- My experience with isolation, emptiness, and feeling like a nobody
- 3 ways to feel like a somebody
- Closing thoughts
My experience with isolation, emptiness, and feeling like a nobody
Back to top
When I started thinking about who I am and my place in this world, that’s when I started to feel small, almost non-existent. For me, this happened around high school because that’s when I started worrying about my career, the friends I wanted, and the partner I wanted—the 3 bedrocks of my identity.
I can’t entirely say why I felt so small. There wasn’t a single cause but rather a harmony of multiple factors that together made me feel like a nothing. I made no friends and found no love in high school. I would walk through hallways so self-conscious that someone would see me, notice I wasn’t hanging out with anyone, and then realize what I considered a painful truth: that I was a loner and a loser. I remember that by the end of freshman year, it was so bad that I hid in the library reading books just to avoid facing other people. When I’d go home, I’d get no attention from family either. I just went straight to the computer, jerked off, played video games, and then binge-watched TV shows until I was so tired that I had to fall asleep—because most nights I couldn’t sleep.
I tried to talk to people. I wasn’t good at it, but I tried. Maybe I didn’t try enough, but in the moment, it felt like I really tried. I was scared what people would think, and I didn’t want to get made fun of, so I was probably pretty reserved and shy. No, I was definitely reserved and shy. In my mind though, I tried to interact with the world and with people, and nothing came back to me in response: no friends, no love, no attention, nothing.
After a while, you start to feel like that tree that falls down in a forest: if no one is around to hear it, did it really happen? Do I really exist? Do I matter? Why the fuck am I here?
Things got better when I met my partner. We talked about hopes and dreams and goals. I learnt to have desires and preferences and know what the hell I wanted in my life.
But at night, that old me still lingers. It’s like an old habit. I become that person again. I can’t sleep. I feel empty. I’m searching for something to fill that emptiness, so I turn to porn and TV shows, but nothing works. It’s like I have a triangle hole in my heart, but everything around me is just square pegs. I can’t find that triangle peg, and I don’t even know where to look. And the whole time that I’m searching, I feel this crushing sadness, like I’m drowning in my own anxiety and hurt.
This is my attempt to try to make sense of and finally resolve my own emptiness—and hopefully help others in a similar situation.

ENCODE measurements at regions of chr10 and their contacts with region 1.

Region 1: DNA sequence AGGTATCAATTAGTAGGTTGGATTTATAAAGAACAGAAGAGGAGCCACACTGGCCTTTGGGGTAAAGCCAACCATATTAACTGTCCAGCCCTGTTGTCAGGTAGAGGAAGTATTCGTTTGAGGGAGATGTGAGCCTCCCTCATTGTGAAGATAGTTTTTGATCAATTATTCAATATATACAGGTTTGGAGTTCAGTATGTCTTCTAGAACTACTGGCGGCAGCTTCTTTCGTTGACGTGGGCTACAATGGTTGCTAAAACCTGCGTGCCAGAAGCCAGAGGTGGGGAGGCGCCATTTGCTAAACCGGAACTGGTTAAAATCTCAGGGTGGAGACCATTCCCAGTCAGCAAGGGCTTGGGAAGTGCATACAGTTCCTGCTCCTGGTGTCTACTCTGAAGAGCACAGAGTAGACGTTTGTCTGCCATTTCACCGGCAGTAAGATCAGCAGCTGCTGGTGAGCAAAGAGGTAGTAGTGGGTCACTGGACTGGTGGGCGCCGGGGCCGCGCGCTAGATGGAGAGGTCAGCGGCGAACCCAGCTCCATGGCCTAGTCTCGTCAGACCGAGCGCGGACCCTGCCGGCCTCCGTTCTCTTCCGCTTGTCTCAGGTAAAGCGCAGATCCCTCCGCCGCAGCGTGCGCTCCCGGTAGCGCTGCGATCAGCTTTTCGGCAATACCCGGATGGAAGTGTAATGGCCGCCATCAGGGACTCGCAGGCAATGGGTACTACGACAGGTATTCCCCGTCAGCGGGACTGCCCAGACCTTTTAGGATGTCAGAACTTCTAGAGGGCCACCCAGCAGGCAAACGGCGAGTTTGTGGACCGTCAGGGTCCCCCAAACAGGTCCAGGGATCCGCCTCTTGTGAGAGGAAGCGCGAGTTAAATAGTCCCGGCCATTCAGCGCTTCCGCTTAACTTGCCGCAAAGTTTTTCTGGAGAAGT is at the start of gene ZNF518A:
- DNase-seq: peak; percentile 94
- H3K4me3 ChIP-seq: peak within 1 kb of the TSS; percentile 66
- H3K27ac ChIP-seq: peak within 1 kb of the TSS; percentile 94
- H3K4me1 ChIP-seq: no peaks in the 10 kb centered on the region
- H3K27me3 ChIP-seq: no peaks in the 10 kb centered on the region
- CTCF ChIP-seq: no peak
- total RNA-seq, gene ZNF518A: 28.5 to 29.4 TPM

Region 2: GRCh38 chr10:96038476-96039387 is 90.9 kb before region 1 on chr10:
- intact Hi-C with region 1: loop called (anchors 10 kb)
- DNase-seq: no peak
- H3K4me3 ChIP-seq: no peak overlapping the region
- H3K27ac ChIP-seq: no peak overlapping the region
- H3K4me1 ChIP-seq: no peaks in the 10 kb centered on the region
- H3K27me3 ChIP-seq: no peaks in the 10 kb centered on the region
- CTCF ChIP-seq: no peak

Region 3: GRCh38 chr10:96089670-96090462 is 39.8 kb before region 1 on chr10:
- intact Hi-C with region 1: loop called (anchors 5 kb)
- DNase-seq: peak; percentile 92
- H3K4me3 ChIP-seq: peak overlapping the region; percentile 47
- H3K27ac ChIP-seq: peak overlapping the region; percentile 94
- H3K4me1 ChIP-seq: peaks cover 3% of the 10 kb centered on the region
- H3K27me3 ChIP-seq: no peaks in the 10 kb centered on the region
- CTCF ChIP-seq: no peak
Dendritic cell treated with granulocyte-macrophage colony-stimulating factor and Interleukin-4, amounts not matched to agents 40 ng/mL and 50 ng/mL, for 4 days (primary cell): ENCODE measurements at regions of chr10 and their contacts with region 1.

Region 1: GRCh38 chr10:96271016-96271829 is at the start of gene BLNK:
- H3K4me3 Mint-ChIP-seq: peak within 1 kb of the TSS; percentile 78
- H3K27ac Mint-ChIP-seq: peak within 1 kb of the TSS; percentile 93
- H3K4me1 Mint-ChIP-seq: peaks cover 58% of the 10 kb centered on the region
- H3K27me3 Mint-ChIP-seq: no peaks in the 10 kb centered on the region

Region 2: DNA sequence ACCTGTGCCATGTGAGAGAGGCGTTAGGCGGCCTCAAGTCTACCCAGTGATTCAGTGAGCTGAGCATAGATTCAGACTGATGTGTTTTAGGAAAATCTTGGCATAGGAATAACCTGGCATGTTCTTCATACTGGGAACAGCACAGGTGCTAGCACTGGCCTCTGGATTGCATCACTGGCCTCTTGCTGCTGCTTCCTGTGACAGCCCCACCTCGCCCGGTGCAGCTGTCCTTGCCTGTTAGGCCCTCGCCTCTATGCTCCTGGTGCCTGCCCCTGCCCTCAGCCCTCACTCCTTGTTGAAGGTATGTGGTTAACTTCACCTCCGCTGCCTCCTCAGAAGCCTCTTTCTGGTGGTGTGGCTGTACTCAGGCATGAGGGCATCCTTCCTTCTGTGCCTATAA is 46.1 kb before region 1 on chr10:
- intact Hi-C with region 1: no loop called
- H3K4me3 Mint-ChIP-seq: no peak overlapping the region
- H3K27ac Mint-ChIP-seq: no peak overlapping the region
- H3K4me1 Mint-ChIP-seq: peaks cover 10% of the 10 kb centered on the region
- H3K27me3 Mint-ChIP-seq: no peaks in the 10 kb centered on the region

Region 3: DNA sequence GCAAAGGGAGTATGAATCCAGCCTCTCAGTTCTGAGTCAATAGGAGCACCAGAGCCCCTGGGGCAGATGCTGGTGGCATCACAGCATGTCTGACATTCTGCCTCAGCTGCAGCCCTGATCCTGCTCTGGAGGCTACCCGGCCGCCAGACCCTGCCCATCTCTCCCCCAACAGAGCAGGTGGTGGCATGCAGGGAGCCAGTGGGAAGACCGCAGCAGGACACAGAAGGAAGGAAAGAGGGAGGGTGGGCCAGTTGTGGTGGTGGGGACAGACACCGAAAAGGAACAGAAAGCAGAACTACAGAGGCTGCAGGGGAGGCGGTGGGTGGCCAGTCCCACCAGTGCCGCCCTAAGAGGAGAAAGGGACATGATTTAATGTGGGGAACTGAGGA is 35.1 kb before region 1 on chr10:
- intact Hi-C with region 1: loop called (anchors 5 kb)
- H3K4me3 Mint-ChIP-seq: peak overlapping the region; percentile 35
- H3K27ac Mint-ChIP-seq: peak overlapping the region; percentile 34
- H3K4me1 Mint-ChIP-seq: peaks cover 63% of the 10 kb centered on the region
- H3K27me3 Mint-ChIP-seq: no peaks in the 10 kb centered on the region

3 ways to feel like a somebody
Back to top
I’m just going to throw out all the possible answers that come to mind when I think about being a somebody:
- Actually connect with other people, and make a difference in their lives.
- Matter to yourself first. Don’t think about other people.
- Let go of your ego. Stop caring about being a somebody. It’s either impossible or not worthwhile.
Actually connect with other people… This means contributing to your community, to society, and to those you love. Connect with people, and affect them for the better. This is a deeply social commitment: go out into the world, and interact with people. You will have to get over your fear of trying, your fear of putting yourself out there, but it’s the only way. In other words,
To never feel alone, always be with people.
Matter to yourself first… To some degree, the one person you need to connect with first before anyone else is yourself. You’re the one person you’re always going to be around, so it’s important for your sanity that you love yourself and value yourself. Be somebody to yourself. That’s at least one person you can count on. In other words,
Be your own best friend.
Let go of your ego… From a big-picture point of view, the reality is that you are quite small in the vastness of the universe. Believing that you’re somebody is therefore naive and a bit conceited even. Therefore, let go of the need to be somebody. Just enjoy the ride called life—whatever may come. In other words,
Just be. Don’t worry about the “somebody” part.
Back to top
Writing this all out now, I realize how simple it is to solve the problem of isolation, emptiness, and feeling like a nobody. The solutions are there. The real problem is not the problem itself. The real problem is actually enacting the solutions.
Actually connecting with other people is probably the most important. It’s obvious in a way that’s almost stupid. Don’t want to feel alone and like you don’t matter? Then start putting yourself out there and connecting with other people.
The other 2 responses are more like temporary defenses against the cold winds of loneliness. Self-love gives you a dependable friend you can count on, and letting go of your ego grounds you to not be so hard on yourself.
At the end of the day though, it really just comes down to connecting with other people. Simple but effective.
If you want to read my ideas about connecting with other people, go to danielfitz.com/relationships.